What’s bothering us? And not just us, the whole region.
Large groups of terrorists are moving to different countries, including Afghanistan. Islamic State (IS, a banned organization in Kazakhstan) has already appeared there, and we are seeing the arrival of those who, first, left Afghanistan for Syria, and plus those who have already arrived from Syria to another country.
And, of course, what is very, very serious about drug trafficking and drug production. We all live in this region, in this common territory of ours. Our neighbours and we cannot fail to understand that they are not only neighbours with us, they are neighbours with our closest allies, with our fraternal peoples, with those with whom we have lived together for centuries and, God willing, will continue to live together. Of course, this includes Uzbekistan, Tajikistan, Kyrgyzstan, and Kazakhstan.
Russia’s partnership with Turkey has recently been quite productive. But at the same time, some individual, let’s say, politicians in Turkey have questions, and among some circles, we have the idea of recreating the “Great Turan” and creating the “army of Turan” — a single army of Muslim countries. What is your opinion on this?
The first thing I would like to say to these people is that I don’t know whether to call them politicians or by whom. Well, you wish that, what steps are you trying to take to achieve it. For what and against whom? Exactly the same Turkic-speaking peoples live on the territory of Russia, we have quite a lot of them. Our country is multi-religious and multi-ethnic. And live together for centuries.
Talking about our relationship with Turkey. We have very complicated but effective work. . It is complicated because Turkey is a NATO member. Of course, it is complicated, but it is a unique experience. One country is a NATO member and the other is not. They find a common language, they conduct joint work and joint operations, they find compromises where it seems impossible to find them. But we find solutions. For example, the Idlib de-escalation zone. In general, the creation of de-escalation zones in Syria, in our opinion, is a new page and a new mechanism for resolving such conflicts.
Currently, we (with Turkey) are conducting joint patrols in the north-east of Syria. And together we are engaged in the fight against terrorists. We are working together, quite often in a common airspace. And we regulate and control many crossing points, we deal with refugees together.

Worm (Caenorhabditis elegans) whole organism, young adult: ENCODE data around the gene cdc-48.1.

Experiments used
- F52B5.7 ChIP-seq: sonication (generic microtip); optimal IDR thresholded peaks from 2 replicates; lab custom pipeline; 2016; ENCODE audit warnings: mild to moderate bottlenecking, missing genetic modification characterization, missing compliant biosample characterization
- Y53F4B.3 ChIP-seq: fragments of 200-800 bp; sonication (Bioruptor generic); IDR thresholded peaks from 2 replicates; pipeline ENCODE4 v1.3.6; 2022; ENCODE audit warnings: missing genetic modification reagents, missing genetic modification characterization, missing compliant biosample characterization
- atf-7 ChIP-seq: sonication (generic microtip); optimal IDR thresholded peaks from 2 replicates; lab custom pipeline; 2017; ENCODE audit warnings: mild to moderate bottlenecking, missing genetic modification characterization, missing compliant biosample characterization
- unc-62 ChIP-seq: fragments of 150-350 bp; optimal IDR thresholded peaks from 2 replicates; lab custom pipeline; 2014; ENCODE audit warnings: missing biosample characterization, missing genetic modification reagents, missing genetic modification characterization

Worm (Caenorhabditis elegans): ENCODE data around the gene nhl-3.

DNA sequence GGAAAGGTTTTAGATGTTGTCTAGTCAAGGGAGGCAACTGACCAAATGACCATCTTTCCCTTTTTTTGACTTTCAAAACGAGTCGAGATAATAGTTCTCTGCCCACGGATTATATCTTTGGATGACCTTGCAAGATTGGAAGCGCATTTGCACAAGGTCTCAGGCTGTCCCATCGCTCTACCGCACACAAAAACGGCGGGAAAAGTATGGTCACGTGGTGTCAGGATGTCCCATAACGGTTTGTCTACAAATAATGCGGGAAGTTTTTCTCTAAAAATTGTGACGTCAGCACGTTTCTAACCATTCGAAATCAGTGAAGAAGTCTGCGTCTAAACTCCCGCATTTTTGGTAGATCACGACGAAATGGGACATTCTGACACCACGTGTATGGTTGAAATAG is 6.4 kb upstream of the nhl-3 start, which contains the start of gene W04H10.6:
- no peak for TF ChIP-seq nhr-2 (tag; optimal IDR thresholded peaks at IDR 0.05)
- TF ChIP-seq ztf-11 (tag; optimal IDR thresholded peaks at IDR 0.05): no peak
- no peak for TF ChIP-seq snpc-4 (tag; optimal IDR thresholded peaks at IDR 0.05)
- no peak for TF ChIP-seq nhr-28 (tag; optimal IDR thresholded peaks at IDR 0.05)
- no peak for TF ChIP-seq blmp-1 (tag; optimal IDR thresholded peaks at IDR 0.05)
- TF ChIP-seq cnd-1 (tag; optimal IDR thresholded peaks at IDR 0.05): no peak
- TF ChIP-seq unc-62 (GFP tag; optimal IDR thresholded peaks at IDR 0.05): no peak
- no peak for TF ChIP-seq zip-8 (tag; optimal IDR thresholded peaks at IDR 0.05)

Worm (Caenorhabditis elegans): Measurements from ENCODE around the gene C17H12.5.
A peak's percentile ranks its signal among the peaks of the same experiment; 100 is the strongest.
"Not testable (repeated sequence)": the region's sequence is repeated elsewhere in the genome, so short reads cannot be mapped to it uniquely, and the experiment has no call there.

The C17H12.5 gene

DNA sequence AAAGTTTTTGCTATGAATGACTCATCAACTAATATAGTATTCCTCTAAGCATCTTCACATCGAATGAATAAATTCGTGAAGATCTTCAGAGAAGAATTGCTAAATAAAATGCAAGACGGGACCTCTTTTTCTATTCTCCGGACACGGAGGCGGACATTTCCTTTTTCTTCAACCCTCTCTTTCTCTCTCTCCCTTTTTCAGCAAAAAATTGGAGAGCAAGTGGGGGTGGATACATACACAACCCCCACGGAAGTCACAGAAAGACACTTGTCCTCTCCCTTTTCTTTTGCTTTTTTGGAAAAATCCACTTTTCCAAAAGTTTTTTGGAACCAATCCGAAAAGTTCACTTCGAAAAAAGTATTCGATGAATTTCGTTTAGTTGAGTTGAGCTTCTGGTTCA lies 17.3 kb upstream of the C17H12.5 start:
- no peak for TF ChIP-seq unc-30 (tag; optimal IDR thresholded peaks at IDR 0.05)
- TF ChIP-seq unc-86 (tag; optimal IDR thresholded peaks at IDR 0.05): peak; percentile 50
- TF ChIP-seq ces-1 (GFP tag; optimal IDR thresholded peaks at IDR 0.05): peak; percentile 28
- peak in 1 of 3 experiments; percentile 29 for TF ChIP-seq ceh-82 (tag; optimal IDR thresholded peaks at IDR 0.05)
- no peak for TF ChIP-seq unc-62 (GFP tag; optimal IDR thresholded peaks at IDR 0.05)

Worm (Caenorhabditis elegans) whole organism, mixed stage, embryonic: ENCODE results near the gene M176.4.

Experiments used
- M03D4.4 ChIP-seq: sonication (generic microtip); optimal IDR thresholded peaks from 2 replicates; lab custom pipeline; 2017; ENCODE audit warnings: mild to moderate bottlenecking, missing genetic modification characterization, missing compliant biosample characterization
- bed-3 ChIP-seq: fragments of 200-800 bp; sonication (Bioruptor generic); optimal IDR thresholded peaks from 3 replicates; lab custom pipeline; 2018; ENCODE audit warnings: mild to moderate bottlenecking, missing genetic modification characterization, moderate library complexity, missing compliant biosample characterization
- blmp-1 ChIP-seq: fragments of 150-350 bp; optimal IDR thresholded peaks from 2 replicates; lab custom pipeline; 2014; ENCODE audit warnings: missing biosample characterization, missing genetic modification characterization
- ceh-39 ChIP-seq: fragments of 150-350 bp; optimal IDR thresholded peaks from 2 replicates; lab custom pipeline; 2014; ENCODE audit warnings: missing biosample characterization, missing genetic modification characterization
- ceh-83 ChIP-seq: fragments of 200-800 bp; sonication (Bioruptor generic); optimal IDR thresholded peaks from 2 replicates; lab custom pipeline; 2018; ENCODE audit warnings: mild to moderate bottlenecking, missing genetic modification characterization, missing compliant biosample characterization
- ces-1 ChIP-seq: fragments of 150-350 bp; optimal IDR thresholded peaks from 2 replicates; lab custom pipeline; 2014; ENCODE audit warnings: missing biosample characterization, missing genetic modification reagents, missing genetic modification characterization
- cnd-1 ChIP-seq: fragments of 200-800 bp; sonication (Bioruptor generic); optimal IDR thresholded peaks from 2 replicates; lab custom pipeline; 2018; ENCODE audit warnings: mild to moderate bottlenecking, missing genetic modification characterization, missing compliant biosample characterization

This is not an easy job. I will not comment the reasons for the sanctions they are trying to impose, and in some parts, they have already been imposed against Turkey by their own NATO partners. The latest work is, of course, Nagorno-Karabakh. This is a very difficult operation. When two fraternal peoples, two close neighbours, those with whom we lived, are at war with each other, I will repeat once again, and we will continue to live in peace, harmony and friendship…
Turkey is involved in this, so we had to deal with our Turkish colleagues. Our president made a titanic effort to make all this happen. And everyone had to be persuaded. We have also spoken with our Turkish colleagues at the level of defence ministers. But what has been done today is, first of all, that people have stopped killing each other. Secondly, I hope that now is the time for them to move on to bilateral contacts and start talking to each other. I mean Armenia and Azerbaijan.
And here much depends on the relations that have been developed between Russia and Turkey. New players also appear, but they appear with their own proposals. I mean Iran. This is the development of infrastructure, railway, hydroelectric power, and transport links. A lot of questions come up.
You are now talking about those who are really trying to solve the problem in a positive way. But if we talk about those who try in every possible way to divide our countries and try to put Russia in a negative light. We even have some who seriously believe that Russia wants to annex Kazakhstan to itself.
You know, these are the kind of questions I listen to patiently from you, only because I know that you are a deeply educated, very intelligent and, very charming person, who knows history well and understands it. But let’s get down to earth from all these fantasies! I can discuss Abylai the Great (Abylai Khan) — a historical figure that I have studied, his path, exploits and merits.
You can argue a lot, but we have long-established fraternal relations. We have no reason to share anything. Because we did a full border demarcation back in 1998.
Moreover, we signed a border agreement in 2005. We have a great relationship, why interfere in all this?
And in general, everything that concerns interference from outside, especially when two friends start arguing about something, there is someone third, whom they did not know and never took into account in their friendship.
In this case, I am talking about Ukraine and the United States. Those who sat down at the same table signed up under guarantees that everything will be within the framework of the constitution, that the president is outgoing, elections will be held within a year and that he will not go to these elections. And after 4 hours, they were already looking for him. After that, they got on a plane and flew away. And after that, someone will blame Russia for all this? Russia is responsible for everything that happened there next?
Is Russia responsible for the fact that they started shelling the peaceful cities with multiple rocket launchers? That helicopters and planes have started flying over peaceful cities and firing at them? Well, you sat down, you guaranteed, you signed up for this. Well, then, go on with it all!
Therefore, on April 17 it will be 30 years since I am a member of the Russian government, and it so happened that I had to deal with the conflicts of South Ossetia – Georgia, Abkhazia – Georgia, Transnistria – Moldova, the Uzbek-Tajik conflict. And a lot more, and the reception of refugees from many republics of the former Soviet Union, who came here from the same Karabakh, from Baku, from Armenia. It was such a difficult time, but even then I was never left with the confidence that everything would be fine and we would live together in peace.